Category Archives: Defamation and Privacy

Woodrow Hartzog, ‘The Public Information Fallacy’

Abstract The concept of privacy in ‘public’ information or acts is a perennial topic for debate. It has given privacy law fits. People struggle to reconcile the notion of protecting information that has been made public with traditional accounts of privacy. As a result, successfully labeling information as public often functions as a permission slip […]

‘Vicarious Liability and Data Controllers’

“The High Court (Langstaff J) has today handed down an almost 200 paragraph judgment in the first ever group litigation data breach case to come before the courts. The issue for the court was whether the defendant data controller, Morrisons, was in principle either directly or vicariously liable for the actions of a rogue employee […]

John Hartshorne, ‘The need for an intrusion upon seclusion privacy tort within English law’

Abstract In the United States, New Zealand and the Canadian province of Ontario, recognition has been afforded to privacy torts remedying intrusions upon seclusion or solitude, and the creation of such a tort has also been recommended by the Australian Law Reform Commission. In England and Wales, recognition has so far only been afforded to […]

Emily Laidlaw, ‘Are We Asking Too Much From Defamation Law?’

Introduction This research paper examines the question of whether we are asking too much of defamation law in a three-part paper focused on reputation, resolution and recommendations. The focus is on online defamation law. However, the kinds of resolution mechanisms explored in this paper potentially have a wider application. The research is couched in a […]

David Rolph, ‘The Ordinary, Reasonable Search Engine User and the Defamatory Capacity of Search Engine Results in Trkulja v Google Inc

Abstract The liability of search engine operators for defamation is a contentious issue that has engaged the attention of courts across the world. The principal focus of such cases is ordinarily the issue of whether the search engine is a publisher for the purposes of defamation law. The High Court of Australia will decide its […]

Margaret Byrne Sedgewick, ‘Transborder Data Privacy as Trade’

Abstract Data flows continuously across national boundaries. The current model of regulation for data privacy, an essential component for safe data flow, relies impractically on jurisdiction-specific rules. This practice impedes the benefits of data, which are increasingly a necessary and integral part of day-to-day life. A look at the history of data privacy reveals that […]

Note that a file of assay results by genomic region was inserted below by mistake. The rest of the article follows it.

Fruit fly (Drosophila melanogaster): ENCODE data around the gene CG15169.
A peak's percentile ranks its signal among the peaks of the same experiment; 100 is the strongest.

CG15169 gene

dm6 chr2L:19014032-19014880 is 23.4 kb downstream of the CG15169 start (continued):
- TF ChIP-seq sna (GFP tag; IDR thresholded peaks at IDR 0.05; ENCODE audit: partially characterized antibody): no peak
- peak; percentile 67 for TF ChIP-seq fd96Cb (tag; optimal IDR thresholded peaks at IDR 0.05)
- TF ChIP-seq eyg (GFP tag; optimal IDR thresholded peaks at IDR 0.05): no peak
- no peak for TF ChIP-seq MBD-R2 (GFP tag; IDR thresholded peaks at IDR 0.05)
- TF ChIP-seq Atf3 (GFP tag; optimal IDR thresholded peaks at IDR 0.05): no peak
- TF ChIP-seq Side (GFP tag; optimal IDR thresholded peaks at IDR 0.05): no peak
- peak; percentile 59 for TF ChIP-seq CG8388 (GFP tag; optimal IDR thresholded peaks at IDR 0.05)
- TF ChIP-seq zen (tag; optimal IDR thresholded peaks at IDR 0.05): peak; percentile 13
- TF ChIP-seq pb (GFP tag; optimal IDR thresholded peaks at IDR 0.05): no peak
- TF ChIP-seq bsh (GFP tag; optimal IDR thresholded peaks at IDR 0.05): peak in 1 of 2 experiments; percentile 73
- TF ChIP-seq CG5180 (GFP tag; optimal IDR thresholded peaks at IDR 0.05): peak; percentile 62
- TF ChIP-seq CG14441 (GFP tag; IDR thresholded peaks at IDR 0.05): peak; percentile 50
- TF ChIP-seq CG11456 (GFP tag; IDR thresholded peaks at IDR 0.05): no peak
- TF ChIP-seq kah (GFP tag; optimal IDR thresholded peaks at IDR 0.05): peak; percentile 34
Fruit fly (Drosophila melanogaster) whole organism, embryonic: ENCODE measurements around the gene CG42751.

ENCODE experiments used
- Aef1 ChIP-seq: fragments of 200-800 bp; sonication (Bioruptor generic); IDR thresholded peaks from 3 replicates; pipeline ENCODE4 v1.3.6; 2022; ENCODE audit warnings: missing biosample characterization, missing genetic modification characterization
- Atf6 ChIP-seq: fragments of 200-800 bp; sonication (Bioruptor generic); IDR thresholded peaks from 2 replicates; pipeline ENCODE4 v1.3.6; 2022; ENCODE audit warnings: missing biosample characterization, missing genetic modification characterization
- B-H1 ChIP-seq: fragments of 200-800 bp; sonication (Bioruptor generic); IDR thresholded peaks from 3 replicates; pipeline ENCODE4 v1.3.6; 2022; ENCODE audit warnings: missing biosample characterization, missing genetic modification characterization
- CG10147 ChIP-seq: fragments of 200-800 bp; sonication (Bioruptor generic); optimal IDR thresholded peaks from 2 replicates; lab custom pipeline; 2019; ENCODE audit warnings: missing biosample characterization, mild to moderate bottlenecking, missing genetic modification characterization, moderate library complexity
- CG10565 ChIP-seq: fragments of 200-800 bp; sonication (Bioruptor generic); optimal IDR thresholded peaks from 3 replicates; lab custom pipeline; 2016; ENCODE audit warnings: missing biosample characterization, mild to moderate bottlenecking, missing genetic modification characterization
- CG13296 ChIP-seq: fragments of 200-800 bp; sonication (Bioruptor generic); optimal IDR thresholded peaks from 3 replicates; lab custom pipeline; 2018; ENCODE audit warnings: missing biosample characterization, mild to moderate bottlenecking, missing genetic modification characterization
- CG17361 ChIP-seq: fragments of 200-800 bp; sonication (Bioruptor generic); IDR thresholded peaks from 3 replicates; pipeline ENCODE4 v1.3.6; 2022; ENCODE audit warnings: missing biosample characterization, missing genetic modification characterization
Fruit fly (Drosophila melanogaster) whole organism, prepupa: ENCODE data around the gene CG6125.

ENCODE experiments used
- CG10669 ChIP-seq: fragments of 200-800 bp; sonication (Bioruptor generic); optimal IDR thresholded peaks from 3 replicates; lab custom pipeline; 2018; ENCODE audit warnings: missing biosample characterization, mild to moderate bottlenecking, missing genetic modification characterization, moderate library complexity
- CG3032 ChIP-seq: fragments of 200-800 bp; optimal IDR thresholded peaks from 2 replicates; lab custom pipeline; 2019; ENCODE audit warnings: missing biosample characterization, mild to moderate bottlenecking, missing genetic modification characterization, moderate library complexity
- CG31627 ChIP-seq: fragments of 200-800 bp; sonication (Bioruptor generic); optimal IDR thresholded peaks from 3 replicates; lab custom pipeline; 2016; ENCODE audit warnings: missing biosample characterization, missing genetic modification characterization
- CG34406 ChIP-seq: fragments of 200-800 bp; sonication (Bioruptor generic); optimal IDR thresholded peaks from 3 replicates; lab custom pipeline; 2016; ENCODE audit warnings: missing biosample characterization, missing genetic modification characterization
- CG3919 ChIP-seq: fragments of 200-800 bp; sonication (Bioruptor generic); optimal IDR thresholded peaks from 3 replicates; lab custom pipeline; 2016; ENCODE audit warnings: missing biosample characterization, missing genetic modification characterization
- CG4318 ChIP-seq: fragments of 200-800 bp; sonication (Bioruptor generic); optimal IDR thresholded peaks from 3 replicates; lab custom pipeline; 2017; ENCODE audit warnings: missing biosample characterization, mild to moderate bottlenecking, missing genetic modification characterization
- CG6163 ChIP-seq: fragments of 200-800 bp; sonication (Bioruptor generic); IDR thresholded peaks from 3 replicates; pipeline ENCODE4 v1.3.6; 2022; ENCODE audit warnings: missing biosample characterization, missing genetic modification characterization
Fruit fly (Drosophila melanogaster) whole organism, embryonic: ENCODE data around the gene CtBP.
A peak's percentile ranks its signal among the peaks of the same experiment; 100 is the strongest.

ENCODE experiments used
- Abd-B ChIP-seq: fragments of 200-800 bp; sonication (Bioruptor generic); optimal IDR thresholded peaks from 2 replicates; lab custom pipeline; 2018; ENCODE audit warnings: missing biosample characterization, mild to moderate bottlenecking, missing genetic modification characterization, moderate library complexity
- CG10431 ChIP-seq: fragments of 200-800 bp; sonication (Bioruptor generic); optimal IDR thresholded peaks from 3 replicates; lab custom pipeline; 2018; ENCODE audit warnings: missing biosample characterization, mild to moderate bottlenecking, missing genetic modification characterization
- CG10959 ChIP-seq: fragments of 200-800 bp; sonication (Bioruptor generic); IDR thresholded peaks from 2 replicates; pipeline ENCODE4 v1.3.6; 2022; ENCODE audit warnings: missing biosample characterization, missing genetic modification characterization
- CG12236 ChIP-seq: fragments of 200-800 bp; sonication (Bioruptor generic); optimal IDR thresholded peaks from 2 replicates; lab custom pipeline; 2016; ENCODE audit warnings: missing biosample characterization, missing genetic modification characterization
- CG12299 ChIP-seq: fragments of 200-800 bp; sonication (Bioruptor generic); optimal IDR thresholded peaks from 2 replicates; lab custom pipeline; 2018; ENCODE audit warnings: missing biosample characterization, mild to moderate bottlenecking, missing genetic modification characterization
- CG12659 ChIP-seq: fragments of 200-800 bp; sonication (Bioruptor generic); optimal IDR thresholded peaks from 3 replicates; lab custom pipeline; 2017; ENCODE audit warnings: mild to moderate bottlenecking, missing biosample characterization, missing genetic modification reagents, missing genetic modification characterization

Nadezhda Purtova, ‘Do Property Rights in Personal Data Make Sense after the Big Data Turn?: Individual Control and Transparency’

Abstract This paper offers an update – from the European perspective – to the debate on property rights in personal data. It argues that recent developments in the data processing technology and practices, specifically, the AI-driven Big Data Analytics, have rendered personal data a difficult object of enforceable individual property rights. There are two main […]

Roisin Costello, ‘Warren and Brandeis and the Right to Privacy’s Hollow Core’

Abstract Beginning with Warren and Brandeis’ articulation of the right to privacy in their 1890 Harvard Law Review this paper will examine the evolution of the right to privacy and the absence of a unifying jurisprudential basis for the right at modern law. In doing so, the paper will compare the emergence of the right […]

‘Remedies in defamation and the public interest: some thoughts from the vault’

“I was interested to read Mr Justice Warby’s remarks about remedies in defamation cases in his recent address to the Annual Conference of the Media Law Resource Center. What he said was this …” (more) [Godwin Busuttil, Inforrm’s Blog, 28 October]

Stacy-Ann Elvy, ‘Paying for Privacy and the Personal Data Economy’

Abstract Growing demands for privacy and increases in the quantity and variety of consumer data have engendered various business offerings to allow companies, and in some instances consumers, to capitalize on these developments. One such example is the emerging ‘personal data economy’ (PDE) in which companies, such as Datacoup, purchase data directly from individuals. At […]